"For over 20 years I've sold a selection of self-published print creations which span the territory from zines to artists books, and recently I've been reminiscing about some inspiring publications from the 90s, and wondering if any of them were still available, with the intention of getting hold of copies and making them available to a new younger audience and people who missed them first time around. Most of the titles I searched for had been unavailable for years, but I was delighted to find that DUPLEX PLANET was still available.
In 1979, fresh out of Art School in Boston, USA, David B. Greenberger took a job as activities coordinator at the Duplex Nursing Home. As he chatted to the elderly residents and got to know each of them individually he became fascinated by their conversations, they had led long and varied lives, many had lived through the great depression and two world wars and had a wealth of experience and viewpoints that they were happy to share.
He realised that this was a unique opportunity to talk to older Americans who he would not have met in other circumstances and began recording their conversations. Side-stepping the conventions of oral history, David's method was to start conversations with offbeat questions such as :
What would you do if you were Governor?
Did the future turn out the way you thought it would?
Tell me about bowling
What does a sharp dressed man wear?
What makes you really mad?
Did the pilgrims play bingo on the Mayflower?
He selected a variety of the responses, typed them up, printed a small self-published magazine and named it the Duplex Planet. When the magazine was ready he gathered the Duplex Nursing Home residents together and gave them copies. They were interested to see their names in print, but when they realised that David was just giving out magazines and not sandwiches or cakes they quickly lost interest and drifted away. This lack of interest from the target audience was disheartening, but later that evening he showed copies to his art school friends, who appreciated it immediately and were soon reading it aloud to each other. Greenberger realised that Duplex Planet did have a readership after all, and made the inspired, audacious decision to keep publishing it. And he continued publishing Duplex Planet for over 30 years!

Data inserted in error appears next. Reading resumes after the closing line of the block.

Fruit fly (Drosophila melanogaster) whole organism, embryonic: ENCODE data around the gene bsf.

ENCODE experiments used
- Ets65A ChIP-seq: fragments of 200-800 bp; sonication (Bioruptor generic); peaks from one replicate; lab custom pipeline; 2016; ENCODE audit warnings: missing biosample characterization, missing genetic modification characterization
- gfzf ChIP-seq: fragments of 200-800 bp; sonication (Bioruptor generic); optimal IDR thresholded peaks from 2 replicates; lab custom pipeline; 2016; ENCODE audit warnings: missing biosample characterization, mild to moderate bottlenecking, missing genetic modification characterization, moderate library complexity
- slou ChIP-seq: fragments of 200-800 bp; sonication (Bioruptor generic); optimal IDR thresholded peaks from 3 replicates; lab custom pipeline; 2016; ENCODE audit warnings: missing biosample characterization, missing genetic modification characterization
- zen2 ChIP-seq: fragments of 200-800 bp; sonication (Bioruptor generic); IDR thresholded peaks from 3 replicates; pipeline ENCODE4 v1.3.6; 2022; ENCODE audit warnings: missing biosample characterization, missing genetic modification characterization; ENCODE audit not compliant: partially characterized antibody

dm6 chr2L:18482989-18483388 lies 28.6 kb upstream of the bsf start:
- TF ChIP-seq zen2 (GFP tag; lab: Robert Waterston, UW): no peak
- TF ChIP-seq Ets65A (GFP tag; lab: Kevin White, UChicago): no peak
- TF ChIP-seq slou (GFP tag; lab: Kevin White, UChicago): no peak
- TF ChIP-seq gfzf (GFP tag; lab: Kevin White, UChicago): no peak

Duplex Planet appeared up to 9 times a year, containing a mixture of conversations, poetry and musings from nursing home residents and day centre users across the USA, accompanied with photographs. There were themed issues, issues dedicated to particularly talkative contributors and tribute issues to much-loved contributors who had died. Throughout this time Duplex Planet remained the same modest size and format, 8 1/2 x 5 1/2 inches, 16-20 pages, offset printed with a fairly utilitarian layout. The most recent issue I have is #187 from 2010.
'Touching on the humorous and sometimes philosophical, the (stories) focus on thoughts, feelings and insights about life, loss and the passage of time but especially life lived vividly in the present'
Duplex Planet grew to encompass a range of publications and other media including book length compilations published in the UK and USA, a series of Duplex Planet Illustrated comic books published by Fantagraphics and several CDs, with David Greenberger reading monologues from the Duplex Planet with musical accompaniment as well as compilations with assorted Indie bands and musicians using texts from Duplex Planet as lyrics. These are all good and they're all on my shelves, but for me the original magazine itself is indispensable, because of the unique take on life it shares with readers, self belief in the original concept and impressive longevity.
Several times during quiet periods at book fairs or zine festivals, I've picked up an issue of Duplex Planet from my table to read and afterwards put it aside to keep for myself - an ultimate accolade."
Back issues of Duplex Planet are available here for $2.50 each or a giant Duplex Planet package of 50 different back issues, plus a free CD, is available for $35.00 - $65.00.
Mark Pawson is a self-confessed Image Junkie, Photocopier Fetishist and Print Gocco Fiend. He's a one-man production line and since 1987 has created a constant stream of artists books, postcards, badges, multiples and other essential ephemera. He has collaborated with jewellers Tatty Devine and worked with Levis Vintage Clothing. His publications are in the collections of the Chelsea College of Art Library, London, MOMA Library, NY and Bjork.